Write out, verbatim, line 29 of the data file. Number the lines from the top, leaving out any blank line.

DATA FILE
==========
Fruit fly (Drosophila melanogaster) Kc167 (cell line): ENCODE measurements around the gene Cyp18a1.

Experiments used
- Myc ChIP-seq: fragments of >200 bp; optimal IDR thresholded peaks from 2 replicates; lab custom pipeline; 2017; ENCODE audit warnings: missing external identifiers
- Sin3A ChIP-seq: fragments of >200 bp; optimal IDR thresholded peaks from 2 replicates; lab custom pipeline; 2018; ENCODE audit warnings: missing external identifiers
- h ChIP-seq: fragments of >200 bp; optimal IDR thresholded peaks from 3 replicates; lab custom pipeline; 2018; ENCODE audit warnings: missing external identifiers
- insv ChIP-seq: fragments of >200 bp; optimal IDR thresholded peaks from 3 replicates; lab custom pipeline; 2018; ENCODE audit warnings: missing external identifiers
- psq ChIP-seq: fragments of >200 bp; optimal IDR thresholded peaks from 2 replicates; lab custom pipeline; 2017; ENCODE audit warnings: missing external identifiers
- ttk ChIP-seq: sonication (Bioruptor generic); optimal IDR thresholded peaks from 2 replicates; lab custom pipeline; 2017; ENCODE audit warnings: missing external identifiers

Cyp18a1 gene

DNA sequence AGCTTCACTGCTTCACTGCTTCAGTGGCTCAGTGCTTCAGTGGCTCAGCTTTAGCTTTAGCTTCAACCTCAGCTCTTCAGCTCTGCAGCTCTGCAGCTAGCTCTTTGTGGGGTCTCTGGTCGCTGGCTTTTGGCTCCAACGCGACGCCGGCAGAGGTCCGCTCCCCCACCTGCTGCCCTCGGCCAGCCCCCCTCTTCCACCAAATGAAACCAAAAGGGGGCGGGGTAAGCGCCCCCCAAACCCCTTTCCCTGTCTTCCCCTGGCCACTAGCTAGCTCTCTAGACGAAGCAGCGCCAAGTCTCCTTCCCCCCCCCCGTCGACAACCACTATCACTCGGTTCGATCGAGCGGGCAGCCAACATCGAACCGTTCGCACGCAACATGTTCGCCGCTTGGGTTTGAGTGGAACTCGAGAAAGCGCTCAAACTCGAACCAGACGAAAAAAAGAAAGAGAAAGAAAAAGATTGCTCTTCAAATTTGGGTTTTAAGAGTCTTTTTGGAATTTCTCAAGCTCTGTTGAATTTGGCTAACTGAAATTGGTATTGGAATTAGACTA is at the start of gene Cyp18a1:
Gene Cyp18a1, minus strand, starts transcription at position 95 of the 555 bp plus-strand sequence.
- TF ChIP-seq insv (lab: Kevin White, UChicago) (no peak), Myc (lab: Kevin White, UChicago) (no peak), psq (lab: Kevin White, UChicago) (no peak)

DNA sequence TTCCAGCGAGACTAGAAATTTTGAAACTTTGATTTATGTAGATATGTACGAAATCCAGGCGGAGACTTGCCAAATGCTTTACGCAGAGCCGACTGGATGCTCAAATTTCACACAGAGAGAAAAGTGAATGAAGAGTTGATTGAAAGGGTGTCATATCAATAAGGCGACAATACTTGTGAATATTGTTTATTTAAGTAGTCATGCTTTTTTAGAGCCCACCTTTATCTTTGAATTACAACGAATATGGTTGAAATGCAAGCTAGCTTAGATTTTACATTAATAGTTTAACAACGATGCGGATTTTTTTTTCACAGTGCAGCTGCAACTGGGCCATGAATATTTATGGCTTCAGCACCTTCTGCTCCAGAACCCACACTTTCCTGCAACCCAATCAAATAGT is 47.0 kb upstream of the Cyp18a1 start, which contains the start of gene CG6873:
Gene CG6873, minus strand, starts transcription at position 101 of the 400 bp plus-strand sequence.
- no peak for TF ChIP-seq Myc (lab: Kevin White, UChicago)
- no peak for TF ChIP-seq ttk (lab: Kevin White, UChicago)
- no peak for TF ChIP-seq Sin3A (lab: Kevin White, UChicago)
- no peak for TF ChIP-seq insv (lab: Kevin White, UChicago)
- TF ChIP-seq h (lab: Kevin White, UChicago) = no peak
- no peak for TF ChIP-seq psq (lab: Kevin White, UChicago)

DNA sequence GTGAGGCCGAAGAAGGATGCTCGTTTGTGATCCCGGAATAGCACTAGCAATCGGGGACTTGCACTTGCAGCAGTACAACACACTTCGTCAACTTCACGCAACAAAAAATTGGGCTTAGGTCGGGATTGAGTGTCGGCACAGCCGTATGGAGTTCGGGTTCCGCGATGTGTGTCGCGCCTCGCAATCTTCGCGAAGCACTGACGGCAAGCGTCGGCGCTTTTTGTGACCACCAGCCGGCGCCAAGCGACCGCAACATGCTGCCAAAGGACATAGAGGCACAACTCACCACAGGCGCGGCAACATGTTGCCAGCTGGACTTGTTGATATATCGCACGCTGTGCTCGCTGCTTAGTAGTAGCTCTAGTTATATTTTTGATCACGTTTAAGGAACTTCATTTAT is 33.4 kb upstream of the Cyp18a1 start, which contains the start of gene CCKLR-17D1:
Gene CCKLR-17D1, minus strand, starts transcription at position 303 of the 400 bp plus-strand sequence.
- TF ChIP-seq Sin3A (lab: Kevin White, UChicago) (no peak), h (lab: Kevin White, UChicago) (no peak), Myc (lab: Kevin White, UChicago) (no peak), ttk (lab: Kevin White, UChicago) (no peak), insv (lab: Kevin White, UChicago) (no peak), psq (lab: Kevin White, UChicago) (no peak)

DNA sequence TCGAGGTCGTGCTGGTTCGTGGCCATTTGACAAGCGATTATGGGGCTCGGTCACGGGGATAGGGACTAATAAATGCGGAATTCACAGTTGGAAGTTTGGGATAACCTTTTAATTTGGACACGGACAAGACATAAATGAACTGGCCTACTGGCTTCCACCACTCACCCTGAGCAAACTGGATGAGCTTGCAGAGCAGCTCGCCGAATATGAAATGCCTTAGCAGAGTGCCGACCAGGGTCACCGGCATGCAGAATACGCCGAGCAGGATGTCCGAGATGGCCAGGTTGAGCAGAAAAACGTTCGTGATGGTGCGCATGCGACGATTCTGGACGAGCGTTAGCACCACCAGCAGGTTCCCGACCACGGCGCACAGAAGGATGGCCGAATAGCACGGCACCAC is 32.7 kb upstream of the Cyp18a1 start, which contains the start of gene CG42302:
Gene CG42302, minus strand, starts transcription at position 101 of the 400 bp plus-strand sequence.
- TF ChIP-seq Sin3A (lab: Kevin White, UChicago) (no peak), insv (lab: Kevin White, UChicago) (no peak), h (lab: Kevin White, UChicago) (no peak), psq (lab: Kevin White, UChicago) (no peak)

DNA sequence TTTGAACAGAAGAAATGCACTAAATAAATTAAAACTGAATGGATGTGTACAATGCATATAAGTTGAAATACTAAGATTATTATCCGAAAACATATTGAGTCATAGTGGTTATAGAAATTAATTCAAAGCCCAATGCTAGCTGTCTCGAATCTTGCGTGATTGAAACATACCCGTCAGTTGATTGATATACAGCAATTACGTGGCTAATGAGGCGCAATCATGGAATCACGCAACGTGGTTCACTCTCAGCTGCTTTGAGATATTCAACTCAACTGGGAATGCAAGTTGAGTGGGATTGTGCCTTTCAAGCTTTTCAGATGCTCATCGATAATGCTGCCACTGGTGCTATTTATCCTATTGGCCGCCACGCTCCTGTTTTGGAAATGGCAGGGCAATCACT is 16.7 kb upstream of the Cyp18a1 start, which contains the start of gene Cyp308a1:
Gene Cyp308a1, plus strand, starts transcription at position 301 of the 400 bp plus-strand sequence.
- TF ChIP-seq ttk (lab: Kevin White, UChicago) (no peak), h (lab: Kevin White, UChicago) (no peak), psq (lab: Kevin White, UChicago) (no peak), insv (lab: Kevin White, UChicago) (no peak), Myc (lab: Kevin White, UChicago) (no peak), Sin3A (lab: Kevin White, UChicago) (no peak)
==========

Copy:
- TF ChIP-seq ttk (lab: Kevin White, UChicago) (no peak), h (lab: Kevin White, UChicago) (no peak), psq (lab: Kevin White, UChicago) (no peak), insv (lab: Kevin White, UChicago) (no peak), Myc (lab: Kevin White, UChicago) (no peak), Sin3A (lab: Kevin White, UChicago) (no peak)